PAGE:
Superchargers!

Earlier in the week we talked about turbochargers and how they work, so this week I thought we should continue down that road and give you a little information about Superchargers!

Since the invention of the internal com­bustion engine, automotive engineers, speed junkies and racecar designers have been searching for ways to boost its power. ­One way to add power is to build a bigger engine. But bigger engines, which weigh more and cost more to build and maintain, are not always better.Another way to add power is to make a normal-sized engine more efficient. You can accomplish this by forcing more air into the combustion chamber. More air means more fuel can be added, and more fuel means a bigger explosion and greater horsepower. Adding a supercharger is a great way to achieve forced air induction. In this article, we'll explain what superchargers are, how they work and how they compare to turbochargers.A supercharger is any device that pressurizes the air intake to above atmospheric pressure. Both superchargers and turbochargers do this. In fact, the term "turbocharger" is a shortened version of "turbo-supercharger," its official name.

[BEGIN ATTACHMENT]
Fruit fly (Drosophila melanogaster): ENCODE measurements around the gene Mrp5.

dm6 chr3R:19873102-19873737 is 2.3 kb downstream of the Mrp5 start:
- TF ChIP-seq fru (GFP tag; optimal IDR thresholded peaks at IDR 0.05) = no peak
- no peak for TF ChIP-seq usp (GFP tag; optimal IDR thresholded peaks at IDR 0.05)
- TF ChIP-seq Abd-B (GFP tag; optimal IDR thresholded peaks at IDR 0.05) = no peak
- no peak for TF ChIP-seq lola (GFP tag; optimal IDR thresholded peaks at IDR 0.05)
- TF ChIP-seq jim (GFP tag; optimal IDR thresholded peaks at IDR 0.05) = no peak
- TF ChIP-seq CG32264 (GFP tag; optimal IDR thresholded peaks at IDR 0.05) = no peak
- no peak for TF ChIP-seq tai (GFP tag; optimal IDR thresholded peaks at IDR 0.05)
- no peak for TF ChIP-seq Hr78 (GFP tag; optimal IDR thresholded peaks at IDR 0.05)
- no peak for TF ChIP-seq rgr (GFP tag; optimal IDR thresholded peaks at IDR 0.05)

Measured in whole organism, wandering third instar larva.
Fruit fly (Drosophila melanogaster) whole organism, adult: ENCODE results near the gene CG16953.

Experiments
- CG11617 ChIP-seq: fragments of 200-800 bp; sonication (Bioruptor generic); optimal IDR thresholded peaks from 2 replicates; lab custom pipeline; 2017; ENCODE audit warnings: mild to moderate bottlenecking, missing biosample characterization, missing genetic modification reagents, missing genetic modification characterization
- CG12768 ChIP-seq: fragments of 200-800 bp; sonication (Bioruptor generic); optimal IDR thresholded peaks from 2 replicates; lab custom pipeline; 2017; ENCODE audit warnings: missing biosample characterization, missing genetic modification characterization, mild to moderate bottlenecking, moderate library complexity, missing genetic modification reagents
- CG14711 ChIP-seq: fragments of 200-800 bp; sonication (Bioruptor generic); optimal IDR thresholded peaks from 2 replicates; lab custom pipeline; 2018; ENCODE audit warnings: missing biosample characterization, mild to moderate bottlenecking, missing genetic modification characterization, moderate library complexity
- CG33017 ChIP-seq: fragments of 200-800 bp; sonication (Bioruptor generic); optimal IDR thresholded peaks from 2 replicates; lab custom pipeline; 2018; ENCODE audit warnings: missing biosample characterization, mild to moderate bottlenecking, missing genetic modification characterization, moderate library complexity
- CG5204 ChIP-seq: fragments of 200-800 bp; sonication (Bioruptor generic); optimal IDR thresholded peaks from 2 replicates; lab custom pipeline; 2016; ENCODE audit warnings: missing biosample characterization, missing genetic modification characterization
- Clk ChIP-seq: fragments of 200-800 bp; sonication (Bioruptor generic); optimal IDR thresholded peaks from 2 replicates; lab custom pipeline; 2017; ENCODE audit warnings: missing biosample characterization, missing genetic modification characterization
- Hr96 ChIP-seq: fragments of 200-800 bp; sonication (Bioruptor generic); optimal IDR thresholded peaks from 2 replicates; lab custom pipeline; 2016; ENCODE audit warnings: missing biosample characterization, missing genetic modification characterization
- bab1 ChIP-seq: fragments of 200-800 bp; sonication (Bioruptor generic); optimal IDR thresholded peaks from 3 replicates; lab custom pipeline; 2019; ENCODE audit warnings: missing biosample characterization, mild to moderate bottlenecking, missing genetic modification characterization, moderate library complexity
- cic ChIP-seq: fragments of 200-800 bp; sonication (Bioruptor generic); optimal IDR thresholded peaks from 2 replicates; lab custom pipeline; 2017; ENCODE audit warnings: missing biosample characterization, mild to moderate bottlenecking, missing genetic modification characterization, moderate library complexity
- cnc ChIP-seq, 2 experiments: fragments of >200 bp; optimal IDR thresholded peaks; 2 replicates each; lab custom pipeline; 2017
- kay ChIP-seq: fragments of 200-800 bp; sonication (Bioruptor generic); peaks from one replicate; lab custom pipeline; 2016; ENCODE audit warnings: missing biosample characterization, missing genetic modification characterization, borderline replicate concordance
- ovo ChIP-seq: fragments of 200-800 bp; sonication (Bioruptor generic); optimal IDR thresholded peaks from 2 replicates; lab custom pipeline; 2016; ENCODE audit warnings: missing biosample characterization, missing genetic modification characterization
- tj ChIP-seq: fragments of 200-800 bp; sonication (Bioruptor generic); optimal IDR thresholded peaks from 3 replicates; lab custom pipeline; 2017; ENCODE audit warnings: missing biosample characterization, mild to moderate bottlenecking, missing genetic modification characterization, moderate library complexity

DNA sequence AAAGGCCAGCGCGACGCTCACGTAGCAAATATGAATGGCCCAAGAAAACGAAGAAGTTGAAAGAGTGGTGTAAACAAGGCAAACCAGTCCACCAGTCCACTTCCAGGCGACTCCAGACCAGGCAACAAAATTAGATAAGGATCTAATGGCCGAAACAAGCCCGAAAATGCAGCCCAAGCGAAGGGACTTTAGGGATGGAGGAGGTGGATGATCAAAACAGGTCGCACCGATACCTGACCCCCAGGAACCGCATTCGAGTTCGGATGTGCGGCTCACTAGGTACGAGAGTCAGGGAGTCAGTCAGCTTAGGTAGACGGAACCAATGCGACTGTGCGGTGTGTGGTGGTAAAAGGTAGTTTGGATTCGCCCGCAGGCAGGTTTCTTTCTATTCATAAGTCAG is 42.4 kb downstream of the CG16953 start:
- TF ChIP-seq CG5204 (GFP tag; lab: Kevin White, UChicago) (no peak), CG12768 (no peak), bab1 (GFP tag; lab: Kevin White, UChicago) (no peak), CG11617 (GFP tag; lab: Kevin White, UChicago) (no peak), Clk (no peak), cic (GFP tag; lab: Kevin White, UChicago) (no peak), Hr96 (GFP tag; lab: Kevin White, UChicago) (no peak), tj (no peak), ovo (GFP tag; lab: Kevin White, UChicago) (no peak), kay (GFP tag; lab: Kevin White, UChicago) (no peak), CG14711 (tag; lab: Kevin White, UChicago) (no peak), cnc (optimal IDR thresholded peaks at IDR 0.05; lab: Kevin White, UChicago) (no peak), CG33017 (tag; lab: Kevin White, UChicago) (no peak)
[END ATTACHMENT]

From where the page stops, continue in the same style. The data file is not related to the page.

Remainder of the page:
The difference between the two d­evices is their source of energy. Turbochargers are powered by the mass-flow of exhaust gases driving a turbine. Superchargers are powered mechanically by belt- or chain-drive from the engine's crankshaft.Unlike turbochargers, which use the exhaust gases created by combustion to power the compressor, superchargers draw their power directly from the crankshaft. Most are driven by an accessory belt, which wraps around a pulley that is connected to a drive gear. The drive gear, in turn, rotates the compressor gear. The rotor of the compressor can come in various designs, but its job is to draw air in, squeeze the air into a smaller space and discharge it into the intake manifold.

Feb 26th, 2014